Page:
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Home > Drugs in the time of COVID: the UK drug market response to lockdown restrictions. Interim findings.

Aldridge, Judith and Garius, Laura and Spicer, Jack and Harris, Magdalena and Moore, Karenza and Eastwood, Niamh (2021) Drugs in the time of COVID: the UK drug market response to lockdown restrictions. Interim findings. London: Release.

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Findings are based on 2,621 responses to Release’s ‘Coronavirus Drug Purchases Impact Survey’ received between the 9th April 2020 and the 17th September 2020 (inclusive). Responses capture drug purchases made in anticipation of and during the first UK national lockdown, as well as purchases made during the easing, and eventual lifting, of this first national lockdown. Individuals aged 18 and over, residing in the UK, were eligible to complete the online survey and respondents were asked to describe a recent drug purchase

  • The majority of respondents did not report finding a supplier, or a desired drug, to be more difficult when comparing their experiences to before the start of the COVID-19 pandemic. However, difficulties in finding a supplier, and a desired drug, were more often reported as the first national lockdown eased and lifted – an observation consistent with supply shortages.
  • More than 1 in 10 purchases were made on the darknet. Of these purchases, 13% had not previously used the darknet to buy drugs, and over a quarter of the sample stated that they planned to use the darknet to buy drugs if necessary, signalling a shift to darknet markets that may have been prompted by the pandemic.
  • Reports of price(s) being higher than they were prior to the pandemic were more frequent than reports of prices being the same or lower. Higher prices were more often reported as the first national lockdown eased and lifted – an observation consistent with supply shortages.
  • The majority of respondents reported that the purity of their purchase remained the same (and for some, actually increased). This is consistent with suppliers responding to drug shortages by increasing prices and perhaps reducing deal-sizes, as opposed to using adulterants to bulk out products.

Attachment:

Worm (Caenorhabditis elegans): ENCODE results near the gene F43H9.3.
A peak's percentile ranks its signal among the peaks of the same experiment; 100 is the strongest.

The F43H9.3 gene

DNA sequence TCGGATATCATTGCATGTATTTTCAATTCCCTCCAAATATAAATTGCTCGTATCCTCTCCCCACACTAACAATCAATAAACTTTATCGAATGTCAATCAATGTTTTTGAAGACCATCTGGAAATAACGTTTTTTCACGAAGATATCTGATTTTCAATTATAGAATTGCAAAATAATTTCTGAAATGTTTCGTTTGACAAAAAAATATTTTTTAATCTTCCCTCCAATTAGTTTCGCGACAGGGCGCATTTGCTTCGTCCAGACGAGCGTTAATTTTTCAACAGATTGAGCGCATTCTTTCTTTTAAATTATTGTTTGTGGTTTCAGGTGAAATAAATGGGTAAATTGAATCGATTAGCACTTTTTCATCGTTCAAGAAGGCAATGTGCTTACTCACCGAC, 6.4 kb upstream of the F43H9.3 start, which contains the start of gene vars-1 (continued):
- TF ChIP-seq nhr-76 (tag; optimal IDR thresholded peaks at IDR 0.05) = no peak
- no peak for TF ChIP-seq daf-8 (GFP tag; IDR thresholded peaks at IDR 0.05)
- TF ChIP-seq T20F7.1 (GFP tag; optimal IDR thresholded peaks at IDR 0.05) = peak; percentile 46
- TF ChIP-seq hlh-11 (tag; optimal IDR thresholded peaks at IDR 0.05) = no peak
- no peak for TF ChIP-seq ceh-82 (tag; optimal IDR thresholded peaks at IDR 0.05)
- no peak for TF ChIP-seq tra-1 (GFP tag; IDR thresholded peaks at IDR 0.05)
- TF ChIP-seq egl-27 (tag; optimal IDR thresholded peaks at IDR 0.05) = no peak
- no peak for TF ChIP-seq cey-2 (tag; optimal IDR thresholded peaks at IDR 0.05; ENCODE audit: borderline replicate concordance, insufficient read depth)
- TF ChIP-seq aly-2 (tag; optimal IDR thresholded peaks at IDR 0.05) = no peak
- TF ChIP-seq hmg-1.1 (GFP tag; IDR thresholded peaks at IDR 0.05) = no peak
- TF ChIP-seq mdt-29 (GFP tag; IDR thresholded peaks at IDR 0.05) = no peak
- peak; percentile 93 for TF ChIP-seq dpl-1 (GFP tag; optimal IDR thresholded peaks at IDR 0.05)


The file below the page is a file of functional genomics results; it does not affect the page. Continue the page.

• Purchases of cannabis products were most commonly reported across all periods of the pandemic (7 in 10 purchases overall), as expected. We found relatively infrequent purchases of MDMA/ecstasy, and other drugs associated with going out/partying - consistent with fewer opportunities to socialise related to pandemic-related restrictions.
  • In connection to almost two-thirds (62%) of drug purchases made during lockdown, respondents reported that their suppliers adhered to government-advised social distancing measures. There is evidence that some suppliers also adopted additional measures, similar to those adopted by licit markets (for example, accepting card payments and disinfecting cash), in order to further prevent virus transmission.
  • More respondents reported that their drug use had increased, rather than decreased or stayed the same, since the start of the pandemic.
  • When comparing their experiences to before the pandemic, more respondents reported increased contact with the police than reduced, or the same level of, contact with police.
  • When comparing their experiences to before the pandemic, more respondents reported experiencing increased withdrawal symptoms, increased non-fatal overdoses, and increased injection equipment-sharing, than reduced, or the same level of, these harms.

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